In December 2012, Boise Weekly told you about the scant numbers of woodland caribou, often referred to as North America's reindeer, and their home along the U.S.-Canada border in Idaho, Washington and the Canadian province of Alberta.
According to a 2010 aerial census conducted by the Idaho Department of Fish and Game and the British Columbia Ministry of Forests, Lands and Natural Resource Operations, only 43 of the animals were found in the southern Selkirks, a habitat including hundreds of square miles of rugged backcountry. A 2011 census counted only 36 caribou and the most recent survey, conducted in 2012, found only 27 animals. Four were found in the U.S.
On Oct. 1, environmental advocates filed a lawsuit in U.S. District Court in Boise, arguing that federal budget cuts put the wildlife at greater risk.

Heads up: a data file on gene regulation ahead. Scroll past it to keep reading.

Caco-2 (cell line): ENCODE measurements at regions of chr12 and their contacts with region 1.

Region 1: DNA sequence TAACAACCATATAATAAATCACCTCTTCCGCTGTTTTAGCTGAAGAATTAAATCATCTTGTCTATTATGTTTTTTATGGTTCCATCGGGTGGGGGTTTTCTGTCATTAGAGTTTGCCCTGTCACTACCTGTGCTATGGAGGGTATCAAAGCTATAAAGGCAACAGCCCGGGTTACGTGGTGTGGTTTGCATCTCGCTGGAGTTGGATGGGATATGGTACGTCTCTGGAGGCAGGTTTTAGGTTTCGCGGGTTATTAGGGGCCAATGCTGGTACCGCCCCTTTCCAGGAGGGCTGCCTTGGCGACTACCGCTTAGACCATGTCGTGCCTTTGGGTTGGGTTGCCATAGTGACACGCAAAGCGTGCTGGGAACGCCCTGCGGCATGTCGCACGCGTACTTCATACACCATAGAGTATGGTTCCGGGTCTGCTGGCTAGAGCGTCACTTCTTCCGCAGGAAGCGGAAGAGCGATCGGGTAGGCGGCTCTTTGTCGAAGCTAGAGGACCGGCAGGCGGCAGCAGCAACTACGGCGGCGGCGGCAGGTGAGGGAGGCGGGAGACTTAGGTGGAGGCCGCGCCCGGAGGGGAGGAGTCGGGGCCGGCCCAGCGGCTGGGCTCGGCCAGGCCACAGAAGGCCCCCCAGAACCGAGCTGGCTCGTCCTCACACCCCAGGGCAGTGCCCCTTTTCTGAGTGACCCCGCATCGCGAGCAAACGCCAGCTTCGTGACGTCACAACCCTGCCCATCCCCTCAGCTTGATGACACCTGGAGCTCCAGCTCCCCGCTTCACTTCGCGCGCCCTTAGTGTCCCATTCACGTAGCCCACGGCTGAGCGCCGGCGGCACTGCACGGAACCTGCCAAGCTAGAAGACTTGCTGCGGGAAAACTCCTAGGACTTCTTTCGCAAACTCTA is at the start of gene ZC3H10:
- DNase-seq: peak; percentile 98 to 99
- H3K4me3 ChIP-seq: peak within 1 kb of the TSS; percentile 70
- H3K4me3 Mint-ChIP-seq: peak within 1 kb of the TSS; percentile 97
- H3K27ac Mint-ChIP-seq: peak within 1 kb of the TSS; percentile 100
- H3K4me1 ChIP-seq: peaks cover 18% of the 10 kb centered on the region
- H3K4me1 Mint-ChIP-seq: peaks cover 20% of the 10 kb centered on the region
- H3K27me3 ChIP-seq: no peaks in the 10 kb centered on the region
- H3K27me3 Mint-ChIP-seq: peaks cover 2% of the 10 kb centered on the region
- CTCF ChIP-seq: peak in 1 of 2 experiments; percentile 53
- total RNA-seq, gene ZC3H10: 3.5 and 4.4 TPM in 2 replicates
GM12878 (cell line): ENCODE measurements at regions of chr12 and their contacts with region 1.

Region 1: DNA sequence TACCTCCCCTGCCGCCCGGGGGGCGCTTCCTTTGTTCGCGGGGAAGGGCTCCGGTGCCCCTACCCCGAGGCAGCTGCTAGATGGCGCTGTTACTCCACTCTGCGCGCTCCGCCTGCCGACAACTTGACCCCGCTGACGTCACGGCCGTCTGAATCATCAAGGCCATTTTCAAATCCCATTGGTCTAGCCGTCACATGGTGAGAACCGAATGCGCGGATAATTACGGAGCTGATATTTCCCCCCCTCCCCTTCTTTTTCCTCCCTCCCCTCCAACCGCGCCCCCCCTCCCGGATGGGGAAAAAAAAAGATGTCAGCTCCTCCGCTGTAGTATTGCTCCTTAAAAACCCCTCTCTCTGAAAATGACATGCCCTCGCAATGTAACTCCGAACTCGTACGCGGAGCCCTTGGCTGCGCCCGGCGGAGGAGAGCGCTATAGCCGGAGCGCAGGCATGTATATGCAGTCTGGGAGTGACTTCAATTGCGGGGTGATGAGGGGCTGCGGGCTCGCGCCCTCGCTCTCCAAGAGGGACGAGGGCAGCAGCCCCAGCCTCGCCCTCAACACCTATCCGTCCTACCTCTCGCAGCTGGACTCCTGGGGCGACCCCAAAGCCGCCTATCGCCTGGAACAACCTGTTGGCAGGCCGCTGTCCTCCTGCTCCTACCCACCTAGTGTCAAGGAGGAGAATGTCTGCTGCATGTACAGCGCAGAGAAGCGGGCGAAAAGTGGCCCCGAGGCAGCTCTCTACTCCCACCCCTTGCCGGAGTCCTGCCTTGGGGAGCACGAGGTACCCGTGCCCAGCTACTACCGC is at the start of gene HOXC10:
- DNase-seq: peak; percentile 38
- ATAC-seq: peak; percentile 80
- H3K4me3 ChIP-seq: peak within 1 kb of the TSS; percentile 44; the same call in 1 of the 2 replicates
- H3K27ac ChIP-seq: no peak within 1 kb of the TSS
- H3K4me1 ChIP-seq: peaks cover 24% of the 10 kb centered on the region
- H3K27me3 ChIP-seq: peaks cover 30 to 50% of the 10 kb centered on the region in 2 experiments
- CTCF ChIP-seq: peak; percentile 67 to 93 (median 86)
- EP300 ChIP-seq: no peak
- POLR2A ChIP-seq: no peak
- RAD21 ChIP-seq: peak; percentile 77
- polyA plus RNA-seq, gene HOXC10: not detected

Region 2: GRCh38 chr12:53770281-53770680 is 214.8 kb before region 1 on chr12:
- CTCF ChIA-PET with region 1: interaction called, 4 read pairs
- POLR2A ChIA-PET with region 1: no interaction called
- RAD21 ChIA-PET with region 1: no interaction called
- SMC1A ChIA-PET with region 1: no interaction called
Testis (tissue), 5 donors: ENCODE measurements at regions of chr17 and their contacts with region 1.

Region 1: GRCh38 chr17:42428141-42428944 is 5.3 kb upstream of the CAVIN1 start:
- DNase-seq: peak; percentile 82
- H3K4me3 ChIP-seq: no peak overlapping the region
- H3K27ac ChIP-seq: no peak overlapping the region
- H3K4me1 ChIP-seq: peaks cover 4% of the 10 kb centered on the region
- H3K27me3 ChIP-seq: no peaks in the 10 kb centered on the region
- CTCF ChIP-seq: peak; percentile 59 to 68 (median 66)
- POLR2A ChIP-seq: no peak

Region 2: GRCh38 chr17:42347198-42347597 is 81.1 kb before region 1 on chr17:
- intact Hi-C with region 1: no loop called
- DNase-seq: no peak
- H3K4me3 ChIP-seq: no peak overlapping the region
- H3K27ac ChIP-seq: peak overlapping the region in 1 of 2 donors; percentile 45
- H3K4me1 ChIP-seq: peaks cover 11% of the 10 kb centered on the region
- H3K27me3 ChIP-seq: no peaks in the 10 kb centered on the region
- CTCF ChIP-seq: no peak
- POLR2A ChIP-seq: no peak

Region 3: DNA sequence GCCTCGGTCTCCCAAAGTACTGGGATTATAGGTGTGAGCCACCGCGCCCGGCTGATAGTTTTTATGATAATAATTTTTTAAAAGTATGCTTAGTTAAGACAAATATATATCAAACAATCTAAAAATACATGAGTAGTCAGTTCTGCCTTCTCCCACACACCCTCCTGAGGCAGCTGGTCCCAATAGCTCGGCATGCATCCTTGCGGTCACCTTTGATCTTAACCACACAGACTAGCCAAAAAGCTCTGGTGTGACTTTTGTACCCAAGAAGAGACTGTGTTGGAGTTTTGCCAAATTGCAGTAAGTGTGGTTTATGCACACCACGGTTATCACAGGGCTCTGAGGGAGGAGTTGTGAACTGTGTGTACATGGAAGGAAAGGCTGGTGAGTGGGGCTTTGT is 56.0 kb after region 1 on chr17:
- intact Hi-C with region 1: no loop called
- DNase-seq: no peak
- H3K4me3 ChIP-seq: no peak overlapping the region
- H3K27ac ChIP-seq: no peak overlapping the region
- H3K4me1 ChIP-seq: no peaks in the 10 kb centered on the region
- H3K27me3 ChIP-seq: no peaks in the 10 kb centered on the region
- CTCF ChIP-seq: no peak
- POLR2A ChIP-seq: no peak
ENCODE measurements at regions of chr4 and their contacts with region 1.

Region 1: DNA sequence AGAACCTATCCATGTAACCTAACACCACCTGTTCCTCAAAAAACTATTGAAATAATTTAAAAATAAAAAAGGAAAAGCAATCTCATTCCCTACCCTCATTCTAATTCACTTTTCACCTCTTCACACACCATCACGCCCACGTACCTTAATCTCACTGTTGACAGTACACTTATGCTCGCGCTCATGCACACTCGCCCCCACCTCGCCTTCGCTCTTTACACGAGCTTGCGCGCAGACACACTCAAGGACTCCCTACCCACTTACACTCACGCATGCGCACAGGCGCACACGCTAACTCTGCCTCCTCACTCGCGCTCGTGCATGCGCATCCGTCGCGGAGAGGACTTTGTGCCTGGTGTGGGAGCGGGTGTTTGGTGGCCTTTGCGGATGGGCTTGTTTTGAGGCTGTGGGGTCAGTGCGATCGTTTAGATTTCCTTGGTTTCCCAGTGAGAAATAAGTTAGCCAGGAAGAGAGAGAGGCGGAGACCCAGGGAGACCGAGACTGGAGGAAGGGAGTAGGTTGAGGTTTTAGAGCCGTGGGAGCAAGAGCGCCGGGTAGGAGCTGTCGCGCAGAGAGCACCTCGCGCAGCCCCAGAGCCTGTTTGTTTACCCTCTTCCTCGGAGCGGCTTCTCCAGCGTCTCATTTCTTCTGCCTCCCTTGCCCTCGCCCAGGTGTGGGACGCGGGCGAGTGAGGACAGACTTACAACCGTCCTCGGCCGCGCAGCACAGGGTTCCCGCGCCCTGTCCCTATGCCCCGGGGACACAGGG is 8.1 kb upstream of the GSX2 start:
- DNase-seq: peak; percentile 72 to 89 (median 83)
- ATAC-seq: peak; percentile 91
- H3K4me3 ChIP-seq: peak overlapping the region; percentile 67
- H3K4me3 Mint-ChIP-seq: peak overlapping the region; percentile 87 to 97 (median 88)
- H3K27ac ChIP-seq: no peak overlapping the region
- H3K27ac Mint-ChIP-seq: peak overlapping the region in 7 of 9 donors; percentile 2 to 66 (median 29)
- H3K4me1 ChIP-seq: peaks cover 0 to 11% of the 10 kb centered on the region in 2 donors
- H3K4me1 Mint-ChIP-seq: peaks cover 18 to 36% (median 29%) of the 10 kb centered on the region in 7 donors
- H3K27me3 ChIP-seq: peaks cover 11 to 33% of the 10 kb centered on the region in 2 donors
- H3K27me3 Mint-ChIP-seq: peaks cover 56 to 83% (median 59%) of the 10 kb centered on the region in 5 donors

"The reduction in protected habitat is a death sentence for mountain caribou," Noah Greenwald, spokesman for the Center for Biological Diversity told the Associated Press. "They will not survive in the United States if we don't protect their habitat."
The lawsuit accuses federal officials of bending to political pressure when they slashed protected caribou habitat from 375,000 acres to approximately 30,000 acres.
"Reducing the amount of protected areas by more than 90 percent is clearly a step in the work direction that goes against the best available science," Jason Rylander, attorney for Defenders of Wildlife, told the AP